NI paper review: 'Creepy texts', face-off and blood red sky
"Creepy" texts to a GAA star the night before he died, benefit cheats, a political face-off and a blood red sky make the headlines on Wednesday.
The Irish News leads with the mystery of two text messages found on the phone of Tyrone GAA player Cormac McAnallen.
Mr McAnallen died suddenly in the bedroom of his Eglish home in 2004.
In a new book about his brother, Dónal McAnallen said the family initially feared foul play after finding two text messages after his death.
He described the messages as "bizarre and creepy". However, police later tracked down the source of the texts and ruled out anything untoward.
A face-off between the UK and Irish prime ministers is on the front page of the Belfast Telegraph.
The paper says Theresa May and Leo Varadkar are on a collision course over what will happen in Northern Ireland if talks to restore the Stormont executive fail.
The UK government has definitively rejected any suggestion that there could be joint authority, the Telegraph says.
It follows an assertion by Irish Foreign Minister Simon Coveney that "there can be no British-only direct rule".
The DUP's Sir Jeffrey Donaldson warns that any moves towards joint authority could lead to grave consequences for Mrs May's government, which relies on votes from his party to survive.
Meanwhile, the News Letter leads with the cost of benefit cheats and what happens to them when they're caught.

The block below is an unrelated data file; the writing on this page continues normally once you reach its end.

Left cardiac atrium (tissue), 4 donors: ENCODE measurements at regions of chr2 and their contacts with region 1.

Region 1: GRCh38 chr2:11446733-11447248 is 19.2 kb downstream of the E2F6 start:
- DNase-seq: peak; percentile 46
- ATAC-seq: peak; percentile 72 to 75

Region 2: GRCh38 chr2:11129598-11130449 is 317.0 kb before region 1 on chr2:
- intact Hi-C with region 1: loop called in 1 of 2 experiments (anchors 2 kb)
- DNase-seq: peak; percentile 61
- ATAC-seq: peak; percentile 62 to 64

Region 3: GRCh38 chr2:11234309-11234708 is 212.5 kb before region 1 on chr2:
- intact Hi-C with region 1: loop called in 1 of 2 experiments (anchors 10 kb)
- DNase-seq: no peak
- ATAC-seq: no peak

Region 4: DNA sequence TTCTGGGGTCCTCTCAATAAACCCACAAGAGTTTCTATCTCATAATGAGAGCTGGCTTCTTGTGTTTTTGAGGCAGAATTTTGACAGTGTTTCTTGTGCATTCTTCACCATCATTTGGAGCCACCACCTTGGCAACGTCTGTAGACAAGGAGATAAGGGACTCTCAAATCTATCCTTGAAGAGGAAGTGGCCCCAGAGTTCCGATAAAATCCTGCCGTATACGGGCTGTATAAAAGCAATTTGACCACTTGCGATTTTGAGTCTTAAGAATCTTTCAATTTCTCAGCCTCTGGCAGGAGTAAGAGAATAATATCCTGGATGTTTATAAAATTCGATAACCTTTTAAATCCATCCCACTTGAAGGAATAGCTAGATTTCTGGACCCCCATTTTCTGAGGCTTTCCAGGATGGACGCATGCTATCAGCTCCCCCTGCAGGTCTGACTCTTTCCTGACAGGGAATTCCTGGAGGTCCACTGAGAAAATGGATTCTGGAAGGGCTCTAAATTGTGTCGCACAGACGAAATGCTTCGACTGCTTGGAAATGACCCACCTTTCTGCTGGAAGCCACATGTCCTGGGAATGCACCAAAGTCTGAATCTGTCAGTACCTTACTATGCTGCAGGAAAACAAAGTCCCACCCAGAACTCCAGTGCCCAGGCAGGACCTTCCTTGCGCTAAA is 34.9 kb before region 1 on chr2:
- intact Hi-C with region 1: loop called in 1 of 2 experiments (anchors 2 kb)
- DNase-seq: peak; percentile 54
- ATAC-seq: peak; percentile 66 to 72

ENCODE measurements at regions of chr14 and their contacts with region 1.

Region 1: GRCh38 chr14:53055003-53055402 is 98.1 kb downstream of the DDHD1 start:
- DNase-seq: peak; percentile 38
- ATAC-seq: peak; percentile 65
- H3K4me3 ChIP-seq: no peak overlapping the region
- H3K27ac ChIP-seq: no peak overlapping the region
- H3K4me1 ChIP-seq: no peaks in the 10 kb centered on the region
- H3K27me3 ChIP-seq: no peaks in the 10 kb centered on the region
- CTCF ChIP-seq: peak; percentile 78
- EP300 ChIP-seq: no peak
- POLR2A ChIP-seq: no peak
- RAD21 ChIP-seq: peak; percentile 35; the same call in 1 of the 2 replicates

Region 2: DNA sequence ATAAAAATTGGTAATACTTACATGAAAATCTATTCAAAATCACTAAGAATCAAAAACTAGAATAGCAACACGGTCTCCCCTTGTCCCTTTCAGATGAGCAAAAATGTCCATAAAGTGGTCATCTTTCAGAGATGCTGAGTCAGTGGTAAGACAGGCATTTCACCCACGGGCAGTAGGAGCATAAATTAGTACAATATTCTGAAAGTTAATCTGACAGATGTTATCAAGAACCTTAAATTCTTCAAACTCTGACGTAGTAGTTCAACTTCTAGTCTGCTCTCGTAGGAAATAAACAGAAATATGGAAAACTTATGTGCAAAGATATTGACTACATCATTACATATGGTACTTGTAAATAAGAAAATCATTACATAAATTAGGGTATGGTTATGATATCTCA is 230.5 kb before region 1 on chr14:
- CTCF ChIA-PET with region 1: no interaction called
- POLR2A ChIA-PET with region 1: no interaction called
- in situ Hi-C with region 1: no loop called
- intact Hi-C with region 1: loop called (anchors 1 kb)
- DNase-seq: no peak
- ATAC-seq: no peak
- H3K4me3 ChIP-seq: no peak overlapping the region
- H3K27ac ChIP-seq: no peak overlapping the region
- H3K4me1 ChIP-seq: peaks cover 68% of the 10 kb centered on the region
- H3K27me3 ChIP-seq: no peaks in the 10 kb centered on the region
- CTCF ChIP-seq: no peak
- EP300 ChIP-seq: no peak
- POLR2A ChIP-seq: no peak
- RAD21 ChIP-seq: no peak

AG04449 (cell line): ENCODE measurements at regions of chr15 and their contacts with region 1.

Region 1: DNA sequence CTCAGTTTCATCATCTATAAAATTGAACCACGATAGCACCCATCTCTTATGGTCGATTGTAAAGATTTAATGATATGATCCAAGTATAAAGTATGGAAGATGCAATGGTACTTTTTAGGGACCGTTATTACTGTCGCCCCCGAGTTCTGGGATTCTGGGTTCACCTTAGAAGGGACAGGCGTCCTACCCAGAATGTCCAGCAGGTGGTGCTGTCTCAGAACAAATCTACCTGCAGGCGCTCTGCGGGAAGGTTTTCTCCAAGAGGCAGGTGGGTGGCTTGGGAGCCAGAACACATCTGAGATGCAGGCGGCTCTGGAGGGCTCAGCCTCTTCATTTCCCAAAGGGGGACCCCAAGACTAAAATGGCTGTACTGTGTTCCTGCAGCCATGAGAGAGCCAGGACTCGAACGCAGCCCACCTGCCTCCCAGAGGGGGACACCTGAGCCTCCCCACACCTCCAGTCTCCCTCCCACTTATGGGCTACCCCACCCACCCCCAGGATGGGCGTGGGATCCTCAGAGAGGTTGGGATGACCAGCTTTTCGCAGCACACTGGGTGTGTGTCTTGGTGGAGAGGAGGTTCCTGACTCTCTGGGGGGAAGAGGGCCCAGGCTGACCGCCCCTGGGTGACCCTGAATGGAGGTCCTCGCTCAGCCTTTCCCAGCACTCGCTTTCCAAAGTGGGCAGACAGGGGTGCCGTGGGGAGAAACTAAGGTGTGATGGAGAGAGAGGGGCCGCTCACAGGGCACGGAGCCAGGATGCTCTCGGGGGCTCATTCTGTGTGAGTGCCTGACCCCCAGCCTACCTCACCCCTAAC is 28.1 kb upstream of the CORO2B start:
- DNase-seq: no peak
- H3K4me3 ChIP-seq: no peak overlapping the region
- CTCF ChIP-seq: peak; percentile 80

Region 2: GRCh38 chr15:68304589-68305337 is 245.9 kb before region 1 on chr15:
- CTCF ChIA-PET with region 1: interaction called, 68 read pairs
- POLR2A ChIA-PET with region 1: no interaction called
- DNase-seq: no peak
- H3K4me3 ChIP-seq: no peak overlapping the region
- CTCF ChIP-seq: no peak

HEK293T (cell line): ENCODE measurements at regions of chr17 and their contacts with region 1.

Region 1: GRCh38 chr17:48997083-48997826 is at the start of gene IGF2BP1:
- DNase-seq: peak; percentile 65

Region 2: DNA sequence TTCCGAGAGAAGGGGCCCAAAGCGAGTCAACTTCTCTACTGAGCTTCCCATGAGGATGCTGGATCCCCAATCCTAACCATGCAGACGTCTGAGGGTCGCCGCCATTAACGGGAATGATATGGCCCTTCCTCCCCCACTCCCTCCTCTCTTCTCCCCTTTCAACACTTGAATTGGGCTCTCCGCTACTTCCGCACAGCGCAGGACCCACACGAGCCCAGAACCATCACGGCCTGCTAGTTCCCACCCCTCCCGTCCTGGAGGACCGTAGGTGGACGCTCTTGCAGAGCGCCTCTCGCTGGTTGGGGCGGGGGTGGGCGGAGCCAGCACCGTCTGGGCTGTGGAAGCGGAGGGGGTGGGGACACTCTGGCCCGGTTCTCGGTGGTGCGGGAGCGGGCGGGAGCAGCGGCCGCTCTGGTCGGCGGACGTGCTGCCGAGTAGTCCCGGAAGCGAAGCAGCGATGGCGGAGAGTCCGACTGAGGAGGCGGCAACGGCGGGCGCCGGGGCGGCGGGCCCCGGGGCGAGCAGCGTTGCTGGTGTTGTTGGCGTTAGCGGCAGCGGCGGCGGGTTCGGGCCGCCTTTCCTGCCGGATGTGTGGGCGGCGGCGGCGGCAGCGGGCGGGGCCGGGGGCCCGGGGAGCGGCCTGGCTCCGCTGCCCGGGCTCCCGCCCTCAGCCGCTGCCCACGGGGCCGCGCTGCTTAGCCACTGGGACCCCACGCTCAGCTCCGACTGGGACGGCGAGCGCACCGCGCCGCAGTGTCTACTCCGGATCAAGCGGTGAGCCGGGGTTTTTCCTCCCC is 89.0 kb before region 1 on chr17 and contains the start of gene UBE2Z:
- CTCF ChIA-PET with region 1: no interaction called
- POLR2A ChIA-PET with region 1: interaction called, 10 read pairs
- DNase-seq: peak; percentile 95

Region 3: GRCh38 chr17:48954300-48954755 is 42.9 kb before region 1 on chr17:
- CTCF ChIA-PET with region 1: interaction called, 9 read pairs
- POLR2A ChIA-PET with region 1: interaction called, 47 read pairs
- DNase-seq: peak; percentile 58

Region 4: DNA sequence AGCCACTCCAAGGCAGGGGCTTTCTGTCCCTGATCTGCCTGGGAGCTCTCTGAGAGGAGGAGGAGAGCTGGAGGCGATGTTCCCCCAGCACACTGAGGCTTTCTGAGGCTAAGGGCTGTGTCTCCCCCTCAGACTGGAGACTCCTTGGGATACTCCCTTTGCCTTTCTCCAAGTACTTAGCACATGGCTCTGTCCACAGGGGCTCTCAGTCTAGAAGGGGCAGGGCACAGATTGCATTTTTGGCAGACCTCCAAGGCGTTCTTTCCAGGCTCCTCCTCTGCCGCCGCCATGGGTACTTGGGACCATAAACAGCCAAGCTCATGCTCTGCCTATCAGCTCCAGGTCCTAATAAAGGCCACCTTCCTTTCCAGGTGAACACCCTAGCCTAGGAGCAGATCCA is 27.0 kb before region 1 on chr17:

It says they have cost taxpayers in Northern Ireland £4m over the last 18 months, but that over the same period only one of the 425 people convicted have been sent to jail - and that was for one month.
The worst offender, who falsely claimed £110,00 in housing benefit and income support, received a 16-month suspended jail sentence.
The paper also features strong criticism of Sinn Féin's stance on returning to Stormont from the Alliance and Green parties.
Inside the Daily Mirror is news that Harland and Wolff could be set to play a role in a new warship-building programme.
Defence Secretary Michael Fallon has unveiled plans for five frigates to be built by 2023 and the paper says the Belfast shipyard could be involved in building them.
The future plans of Sinn Féin president Gerry Adams receive a lot of coverage in the papers, with some slight disagreement over just what to read into Mr Adams' comments on his leadership.
Mr Adams has said he will set out his "future intentions" if he is re-elected party leader at its conference in November.
The Belfast Telegraph's Suzanne Breen says that what could have been a "quick adieu has become the long goodbye, with Gerry in the limelight all the while".
The Mirror says that Mr Adams has given his clearest indication that he could remain leader of Sinn Féin while a successor such as Mary Lou McDonald leads it in the Republic.
However, John Manley writes in the Irish News that Mr Adams is likely to assume some kind of ambassadorial role like the type once assumed by the late Joe Cahill and that the "overdue transition" will see Sinn Féin "join the mainstream" in the Republic.
The News Letter has a picture of DUP MLA Jim Wells with Republic of Ireland football fan Ciaran Weir at Windsor Park on Monday night.
Mr Wells invited Mr Weir to join him at Northern Ireland's World Cup qualifier against the Czech Republic after the west Belfast man said he viewed Windsor Park as a place where Catholics were not welcome.
After Monday night's game, Mr Weir told Radio Ulster's Talkback that he had a "fantastic time" and it had "totally changed my mind".
Anyone watching that game would have noticed the stunning red sunset above the stadium that matched the drama on the pitch.
The Belfast Telegraph features a selection of pictures of that red sky from across Northern Ireland, including Windsor Park, the Albert Clock and the Giant's Causeway.
Perhaps the most unusual though is the sight of half of the Titanic Building turned a blood red colour.